Medical Device Maker Awarded $248.7 Million In Patent Case
A U.S. district court in Michigan recently ruled that Zimmer Inc. must pay Stryker Corp. over $248 million for willful infringement of multiple patents covering wound debridement technology, following a ruling by the U.S. Supreme Court. The litigation dated back to December 2010, when a lawsuit filed by Stryker claimed rival Zimmer’s Pulsavac Plus device for cleaning wounds during orthopedic surgical procedures infringed three of Stryker’s patents for a surgical cleaning wand. In 2013, a federal jury awarded Stryker $70 million in damages plus royalties, after which the presiding U.S. district court judge ruled the infringement was willful and awarded enhanced treble damages and reasonable attorneys’ fees.
On appeal to the U.S. Court of Appeals for the Federal Circuit, the nation’s only appellate-level court with jurisdiction to hear patent cases, the Federal Circuit upheld the U.S. district court’s finding that Stryker’s patents were valid and infringed by Zimmer. However, the Federal Circuit determined Zimmer’s infringement was not willful and thus overturned the enhanced damages award and attorneys’ fees. Under the governing two-prong test set forth in In re Seagate Technology, LLC, a patentee could only be awarded enhanced damages for willful infringement if it proved by clear and convincing evidence that: (1) the infringer acted with “objective recklessness;” and (2) the infringer acted with “subjective knowledge” of wrongdoing.
Stryker appealed to the U.S. Supreme Court. The Supreme Court agreed to hear the case in tandem with Halo Electronics, Inc. v. Pulse Electronics, Inc., wherein the Court expressly rejected the Federal Circuit’s two-prong test as “unduly rigid.” The Supreme Court in Halo explained that the Federal Circuit’s test allowed some of the worst patent infringers to evade liability through the ingenuity of their attorneys, and therefore redefined the standard with a renewed emphasis on an infringer’s subjective, pre-litigation knowledge. The Supreme Court also lowered the burden of proof from clear and convincing evidence to a preponderance of the evidence and increased the district court’s discretion to decide when to award enhanced damages, noting it should “be reserved for egregious cases typified by willful misconduct.” The Federal Circuit remanded the case back to the U.S. district court to apply the Supreme Court’s new enhanced damages standard.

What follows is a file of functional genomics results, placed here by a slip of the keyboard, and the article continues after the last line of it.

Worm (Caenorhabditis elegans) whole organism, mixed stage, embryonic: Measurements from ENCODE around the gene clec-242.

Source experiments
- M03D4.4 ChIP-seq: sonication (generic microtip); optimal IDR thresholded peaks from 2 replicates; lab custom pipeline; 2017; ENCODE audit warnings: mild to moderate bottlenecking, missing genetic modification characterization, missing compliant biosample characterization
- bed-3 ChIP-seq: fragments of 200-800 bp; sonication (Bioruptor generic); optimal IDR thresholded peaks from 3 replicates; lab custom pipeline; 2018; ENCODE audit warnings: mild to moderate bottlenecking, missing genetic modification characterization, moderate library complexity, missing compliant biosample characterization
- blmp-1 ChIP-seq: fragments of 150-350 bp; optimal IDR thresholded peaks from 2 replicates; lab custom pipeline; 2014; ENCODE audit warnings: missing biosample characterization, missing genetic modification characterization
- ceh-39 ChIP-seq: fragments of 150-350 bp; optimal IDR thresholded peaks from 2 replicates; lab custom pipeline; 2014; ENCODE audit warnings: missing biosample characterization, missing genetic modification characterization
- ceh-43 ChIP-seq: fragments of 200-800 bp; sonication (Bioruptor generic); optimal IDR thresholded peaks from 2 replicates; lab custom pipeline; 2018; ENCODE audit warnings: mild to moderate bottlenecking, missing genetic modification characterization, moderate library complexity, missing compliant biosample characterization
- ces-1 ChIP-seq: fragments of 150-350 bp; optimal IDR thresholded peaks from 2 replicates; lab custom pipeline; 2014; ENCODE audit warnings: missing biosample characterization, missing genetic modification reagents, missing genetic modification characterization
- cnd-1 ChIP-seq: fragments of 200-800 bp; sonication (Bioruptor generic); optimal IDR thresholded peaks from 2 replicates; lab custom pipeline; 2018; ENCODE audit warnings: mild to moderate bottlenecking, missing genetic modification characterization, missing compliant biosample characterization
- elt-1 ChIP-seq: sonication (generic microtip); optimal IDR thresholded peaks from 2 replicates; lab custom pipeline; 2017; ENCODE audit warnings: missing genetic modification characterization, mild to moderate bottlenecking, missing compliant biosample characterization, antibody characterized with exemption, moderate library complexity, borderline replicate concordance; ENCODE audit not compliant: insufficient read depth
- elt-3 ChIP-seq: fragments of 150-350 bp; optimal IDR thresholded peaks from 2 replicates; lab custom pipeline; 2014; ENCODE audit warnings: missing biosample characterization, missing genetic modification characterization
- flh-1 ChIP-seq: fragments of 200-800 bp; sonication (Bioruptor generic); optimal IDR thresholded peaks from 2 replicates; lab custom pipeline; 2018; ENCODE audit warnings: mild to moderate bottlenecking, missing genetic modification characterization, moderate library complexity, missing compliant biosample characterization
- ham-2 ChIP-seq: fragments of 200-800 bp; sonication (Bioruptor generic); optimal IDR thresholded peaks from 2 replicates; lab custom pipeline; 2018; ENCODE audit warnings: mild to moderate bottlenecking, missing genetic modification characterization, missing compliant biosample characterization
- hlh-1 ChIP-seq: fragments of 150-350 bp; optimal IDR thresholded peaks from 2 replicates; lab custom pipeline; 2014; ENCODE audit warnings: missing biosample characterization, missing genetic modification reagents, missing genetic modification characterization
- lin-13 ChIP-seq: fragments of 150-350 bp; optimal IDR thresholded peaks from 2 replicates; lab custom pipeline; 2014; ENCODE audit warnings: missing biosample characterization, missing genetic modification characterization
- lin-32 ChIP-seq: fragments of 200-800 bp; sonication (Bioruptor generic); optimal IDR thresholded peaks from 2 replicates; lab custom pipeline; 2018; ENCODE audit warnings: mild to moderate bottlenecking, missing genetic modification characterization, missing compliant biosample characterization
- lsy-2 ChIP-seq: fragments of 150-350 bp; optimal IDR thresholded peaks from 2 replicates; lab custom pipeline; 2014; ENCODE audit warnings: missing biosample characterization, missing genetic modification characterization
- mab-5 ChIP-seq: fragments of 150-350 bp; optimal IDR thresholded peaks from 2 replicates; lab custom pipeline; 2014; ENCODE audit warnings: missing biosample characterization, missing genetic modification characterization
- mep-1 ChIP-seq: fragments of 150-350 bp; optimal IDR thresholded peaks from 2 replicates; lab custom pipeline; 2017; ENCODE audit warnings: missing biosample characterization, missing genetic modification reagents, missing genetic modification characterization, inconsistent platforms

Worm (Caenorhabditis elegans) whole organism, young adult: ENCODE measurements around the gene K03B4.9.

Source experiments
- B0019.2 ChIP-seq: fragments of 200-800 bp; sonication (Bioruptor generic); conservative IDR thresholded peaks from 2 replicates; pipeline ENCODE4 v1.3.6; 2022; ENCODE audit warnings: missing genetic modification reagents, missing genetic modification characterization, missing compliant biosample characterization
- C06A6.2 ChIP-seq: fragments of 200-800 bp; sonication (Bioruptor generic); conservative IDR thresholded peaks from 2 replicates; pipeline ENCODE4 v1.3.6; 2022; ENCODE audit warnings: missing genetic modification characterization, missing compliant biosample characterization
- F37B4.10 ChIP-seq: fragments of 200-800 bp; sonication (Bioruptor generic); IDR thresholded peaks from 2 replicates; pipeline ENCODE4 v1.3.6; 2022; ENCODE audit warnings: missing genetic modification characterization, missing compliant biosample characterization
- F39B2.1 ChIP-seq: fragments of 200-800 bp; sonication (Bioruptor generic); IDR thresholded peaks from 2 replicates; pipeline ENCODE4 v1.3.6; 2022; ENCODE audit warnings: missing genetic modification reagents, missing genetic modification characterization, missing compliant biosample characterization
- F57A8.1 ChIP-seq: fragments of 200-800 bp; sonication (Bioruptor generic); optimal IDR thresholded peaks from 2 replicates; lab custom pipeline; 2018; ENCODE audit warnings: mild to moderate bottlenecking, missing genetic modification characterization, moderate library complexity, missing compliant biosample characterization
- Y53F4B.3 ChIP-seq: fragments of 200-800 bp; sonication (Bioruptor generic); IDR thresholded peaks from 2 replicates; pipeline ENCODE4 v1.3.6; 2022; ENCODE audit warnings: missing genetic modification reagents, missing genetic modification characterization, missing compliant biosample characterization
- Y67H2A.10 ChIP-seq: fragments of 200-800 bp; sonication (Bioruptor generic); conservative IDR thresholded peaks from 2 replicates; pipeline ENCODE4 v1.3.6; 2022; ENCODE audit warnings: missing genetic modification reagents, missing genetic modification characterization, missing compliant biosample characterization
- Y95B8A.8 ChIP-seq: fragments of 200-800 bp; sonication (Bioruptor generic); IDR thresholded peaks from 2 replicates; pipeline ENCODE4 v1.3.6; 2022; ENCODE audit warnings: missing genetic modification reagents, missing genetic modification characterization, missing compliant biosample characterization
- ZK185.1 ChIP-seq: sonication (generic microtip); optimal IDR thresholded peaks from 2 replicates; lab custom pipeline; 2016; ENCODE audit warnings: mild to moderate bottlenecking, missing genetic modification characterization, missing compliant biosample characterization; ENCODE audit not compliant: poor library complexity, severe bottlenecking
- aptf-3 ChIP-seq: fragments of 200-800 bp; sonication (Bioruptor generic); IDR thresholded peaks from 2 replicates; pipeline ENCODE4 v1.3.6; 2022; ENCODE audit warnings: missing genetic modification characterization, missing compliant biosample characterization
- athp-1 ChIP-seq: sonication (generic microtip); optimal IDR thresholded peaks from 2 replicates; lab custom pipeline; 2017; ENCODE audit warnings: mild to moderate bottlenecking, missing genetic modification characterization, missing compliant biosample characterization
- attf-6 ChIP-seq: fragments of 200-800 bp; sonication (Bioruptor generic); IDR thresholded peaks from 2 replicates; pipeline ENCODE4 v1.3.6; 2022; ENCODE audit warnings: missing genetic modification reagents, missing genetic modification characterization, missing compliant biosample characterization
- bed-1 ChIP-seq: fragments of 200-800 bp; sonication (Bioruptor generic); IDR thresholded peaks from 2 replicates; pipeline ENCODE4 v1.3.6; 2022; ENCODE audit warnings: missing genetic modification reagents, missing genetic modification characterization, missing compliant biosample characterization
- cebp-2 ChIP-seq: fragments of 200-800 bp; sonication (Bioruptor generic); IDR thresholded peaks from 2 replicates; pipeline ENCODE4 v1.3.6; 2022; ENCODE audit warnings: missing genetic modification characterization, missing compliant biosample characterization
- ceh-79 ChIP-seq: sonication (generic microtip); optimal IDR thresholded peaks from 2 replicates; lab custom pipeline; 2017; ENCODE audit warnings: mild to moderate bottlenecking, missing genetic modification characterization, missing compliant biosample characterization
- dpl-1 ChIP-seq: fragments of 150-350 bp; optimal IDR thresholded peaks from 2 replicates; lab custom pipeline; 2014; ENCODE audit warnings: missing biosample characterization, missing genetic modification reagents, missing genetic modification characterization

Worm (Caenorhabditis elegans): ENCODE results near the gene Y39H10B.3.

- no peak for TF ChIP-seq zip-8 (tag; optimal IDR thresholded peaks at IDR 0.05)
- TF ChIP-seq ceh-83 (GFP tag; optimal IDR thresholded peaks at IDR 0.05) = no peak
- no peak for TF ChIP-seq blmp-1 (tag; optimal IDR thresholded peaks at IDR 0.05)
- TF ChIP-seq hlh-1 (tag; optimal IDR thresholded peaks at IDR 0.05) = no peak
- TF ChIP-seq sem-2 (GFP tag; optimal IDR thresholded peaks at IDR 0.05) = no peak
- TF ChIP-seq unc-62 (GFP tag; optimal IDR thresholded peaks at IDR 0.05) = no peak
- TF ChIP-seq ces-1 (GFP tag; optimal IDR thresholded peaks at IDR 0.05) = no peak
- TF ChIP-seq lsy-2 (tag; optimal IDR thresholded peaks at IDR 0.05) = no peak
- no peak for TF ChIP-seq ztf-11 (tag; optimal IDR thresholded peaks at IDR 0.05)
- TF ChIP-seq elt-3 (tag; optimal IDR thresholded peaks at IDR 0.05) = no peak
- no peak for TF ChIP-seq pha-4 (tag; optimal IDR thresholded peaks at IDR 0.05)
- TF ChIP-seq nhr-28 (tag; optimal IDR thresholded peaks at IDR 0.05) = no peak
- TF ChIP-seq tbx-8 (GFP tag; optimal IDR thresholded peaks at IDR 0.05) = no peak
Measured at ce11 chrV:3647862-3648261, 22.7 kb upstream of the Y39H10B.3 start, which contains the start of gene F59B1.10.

On remand, the U.S. district court judge ruled that Zimmer must pay over $248 million for willfully infringing Stryker’s patents, reaffirming the court’s earlier decision awarding enhanced treble damages on the 2013 jury verdict. The court found that “Zimmer’s conduct was more egregious than most, and Zimmer is precisely the type of egregious infringer the Supreme Court had in mind when it relaxed the… standard to provide district courts with the freedom to exercise their discretion to enhance damages in cases of willful infringement.” Remarkably, the court noted that while the jury’s original $70 million verdict “may sound large in the abstract, but in context may not be enough, without enhancement, to deter infringing conduct” after finding Zimmer had sales of $7.7 billion in 2016. The case is Stryker Corp. v. Zimmer Inc., Case No. 1:10-cv-01223, in the U.S. District Court for the Western District of Michigan and the patents-in-issue are U.S. Patent Nos. 6,022,329; 6,179,807; and 7,144,383.
Post-Halo decisions such as Stryker Corp. v. Zimmer Inc. highlight the importance of conducting timely, competent analysis of a patent to help avoid enhanced damages for willful infringement. For instance, conducting a freedom-to-operate or validity opinion before a product goes into production may demonstrate good faith and impact the opinion’s usefulness as a defense against willful infringement claims. The competence and qualifications of the person reviewing patents at issue also factor into a court’s consideration of enhanced damages, wherein courts have held that the opinions of people without expertise in reading patent claims are not a good faith belief in non-infringement. Thus, it is important to speak with a patent professional at the onset to investigate the merit of any patent infringement concerns to help avoid enhanced damages for willful infringement in the future.
- Luke C. Holst is a registered patent attorney with experience in both patent prosecution and patent litigation. Holst is a former Patent Examiner in the Biomedical Device Technology Center at the U.S. Patent and Trademark Office; Law Clerk to the Honorable Mark W. Bennett at the U.S. District Court for the Northern District of Iowa; and Legislative Counsel at the U.S. Capitol to an Iowa Congressman on the U.S. House of Representatives Committee on the Judiciary. At McGrath North, Holst works on patent issues, other intellectual property matters, and litigation.